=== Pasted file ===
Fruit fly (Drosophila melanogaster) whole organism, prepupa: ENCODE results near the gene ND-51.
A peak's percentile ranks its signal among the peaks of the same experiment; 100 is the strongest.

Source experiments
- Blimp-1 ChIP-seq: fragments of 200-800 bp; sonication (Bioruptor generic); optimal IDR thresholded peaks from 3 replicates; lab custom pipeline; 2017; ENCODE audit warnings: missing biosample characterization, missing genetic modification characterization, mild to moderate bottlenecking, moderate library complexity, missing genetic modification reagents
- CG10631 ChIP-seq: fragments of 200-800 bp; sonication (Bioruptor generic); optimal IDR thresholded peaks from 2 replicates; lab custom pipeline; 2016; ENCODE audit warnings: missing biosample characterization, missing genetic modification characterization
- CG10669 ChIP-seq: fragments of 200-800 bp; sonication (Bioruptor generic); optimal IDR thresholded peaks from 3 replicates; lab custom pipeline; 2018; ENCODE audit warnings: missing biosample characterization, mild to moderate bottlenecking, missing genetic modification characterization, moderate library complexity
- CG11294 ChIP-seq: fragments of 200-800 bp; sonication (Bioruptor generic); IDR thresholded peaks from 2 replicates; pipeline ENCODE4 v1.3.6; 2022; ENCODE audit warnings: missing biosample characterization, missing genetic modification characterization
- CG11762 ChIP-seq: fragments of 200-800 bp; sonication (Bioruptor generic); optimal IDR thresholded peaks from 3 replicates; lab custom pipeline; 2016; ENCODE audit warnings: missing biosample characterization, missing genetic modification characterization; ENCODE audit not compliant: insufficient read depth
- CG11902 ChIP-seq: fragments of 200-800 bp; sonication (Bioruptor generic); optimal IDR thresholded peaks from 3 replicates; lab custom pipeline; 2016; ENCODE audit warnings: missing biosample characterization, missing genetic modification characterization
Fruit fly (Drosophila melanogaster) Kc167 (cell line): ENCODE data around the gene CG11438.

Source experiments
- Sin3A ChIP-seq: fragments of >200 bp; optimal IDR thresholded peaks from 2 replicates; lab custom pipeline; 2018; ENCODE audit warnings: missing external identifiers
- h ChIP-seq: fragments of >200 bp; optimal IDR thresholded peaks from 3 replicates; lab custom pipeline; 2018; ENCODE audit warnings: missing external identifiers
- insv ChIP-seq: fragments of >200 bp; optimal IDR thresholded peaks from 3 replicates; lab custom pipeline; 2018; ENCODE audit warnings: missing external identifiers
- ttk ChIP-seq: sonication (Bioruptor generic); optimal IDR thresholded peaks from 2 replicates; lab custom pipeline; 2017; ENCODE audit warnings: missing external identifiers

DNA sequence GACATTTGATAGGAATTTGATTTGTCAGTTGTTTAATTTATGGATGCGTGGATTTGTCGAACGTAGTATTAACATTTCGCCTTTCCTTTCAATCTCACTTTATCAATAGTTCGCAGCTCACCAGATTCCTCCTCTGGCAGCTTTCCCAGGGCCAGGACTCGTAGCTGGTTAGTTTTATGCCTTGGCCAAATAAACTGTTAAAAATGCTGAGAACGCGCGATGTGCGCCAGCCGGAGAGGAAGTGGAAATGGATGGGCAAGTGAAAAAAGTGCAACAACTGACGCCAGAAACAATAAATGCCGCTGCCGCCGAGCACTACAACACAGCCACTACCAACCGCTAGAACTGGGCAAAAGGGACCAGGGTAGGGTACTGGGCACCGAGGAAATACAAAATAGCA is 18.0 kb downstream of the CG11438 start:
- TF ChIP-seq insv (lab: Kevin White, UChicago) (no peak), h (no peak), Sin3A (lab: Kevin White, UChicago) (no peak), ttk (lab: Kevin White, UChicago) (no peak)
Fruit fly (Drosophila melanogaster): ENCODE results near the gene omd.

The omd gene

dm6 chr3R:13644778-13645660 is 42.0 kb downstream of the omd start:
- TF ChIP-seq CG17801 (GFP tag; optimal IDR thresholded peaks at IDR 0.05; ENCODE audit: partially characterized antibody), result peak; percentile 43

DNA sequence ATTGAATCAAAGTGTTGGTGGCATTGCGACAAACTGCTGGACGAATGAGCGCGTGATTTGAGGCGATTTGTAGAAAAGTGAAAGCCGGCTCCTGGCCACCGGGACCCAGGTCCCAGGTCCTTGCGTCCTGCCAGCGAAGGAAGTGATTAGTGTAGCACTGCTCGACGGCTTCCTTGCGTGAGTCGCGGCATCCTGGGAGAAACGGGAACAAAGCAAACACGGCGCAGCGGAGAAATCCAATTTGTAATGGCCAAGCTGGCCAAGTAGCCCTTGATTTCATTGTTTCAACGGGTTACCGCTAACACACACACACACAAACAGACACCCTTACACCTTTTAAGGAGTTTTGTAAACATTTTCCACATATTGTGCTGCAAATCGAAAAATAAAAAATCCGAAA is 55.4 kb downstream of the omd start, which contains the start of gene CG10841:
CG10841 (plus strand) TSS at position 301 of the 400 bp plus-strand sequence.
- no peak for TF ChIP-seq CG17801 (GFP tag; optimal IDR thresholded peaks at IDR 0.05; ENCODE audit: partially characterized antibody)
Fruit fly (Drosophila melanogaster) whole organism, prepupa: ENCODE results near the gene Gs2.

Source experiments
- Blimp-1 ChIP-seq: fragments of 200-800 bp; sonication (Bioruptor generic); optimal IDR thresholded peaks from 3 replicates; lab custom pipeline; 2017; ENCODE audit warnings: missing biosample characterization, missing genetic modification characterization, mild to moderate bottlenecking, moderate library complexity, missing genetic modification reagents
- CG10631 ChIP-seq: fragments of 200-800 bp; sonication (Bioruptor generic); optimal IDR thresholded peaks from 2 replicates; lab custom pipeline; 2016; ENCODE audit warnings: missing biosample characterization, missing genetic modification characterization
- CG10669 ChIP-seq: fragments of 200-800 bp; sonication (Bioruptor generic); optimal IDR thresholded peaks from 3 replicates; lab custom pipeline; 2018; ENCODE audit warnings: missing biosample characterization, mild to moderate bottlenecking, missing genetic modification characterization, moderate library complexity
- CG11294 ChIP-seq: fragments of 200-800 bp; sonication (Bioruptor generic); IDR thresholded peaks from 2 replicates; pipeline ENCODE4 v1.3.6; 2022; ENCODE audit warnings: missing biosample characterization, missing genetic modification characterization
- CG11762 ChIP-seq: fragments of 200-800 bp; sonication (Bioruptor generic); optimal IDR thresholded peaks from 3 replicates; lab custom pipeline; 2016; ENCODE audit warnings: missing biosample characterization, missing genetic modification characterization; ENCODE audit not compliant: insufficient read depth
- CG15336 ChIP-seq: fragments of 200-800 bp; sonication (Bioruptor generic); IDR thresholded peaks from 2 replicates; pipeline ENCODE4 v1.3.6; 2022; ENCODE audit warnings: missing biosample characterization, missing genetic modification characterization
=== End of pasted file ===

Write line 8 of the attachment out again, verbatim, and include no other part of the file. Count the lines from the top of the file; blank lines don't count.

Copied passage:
- CG11762 ChIP-seq: fragments of 200-800 bp; sonication (Bioruptor generic); optimal IDR thresholded peaks from 3 replicates; lab custom pipeline; 2016; ENCODE audit warnings: missing biosample characterization, missing genetic modification characterization; ENCODE audit not compliant: insufficient read depth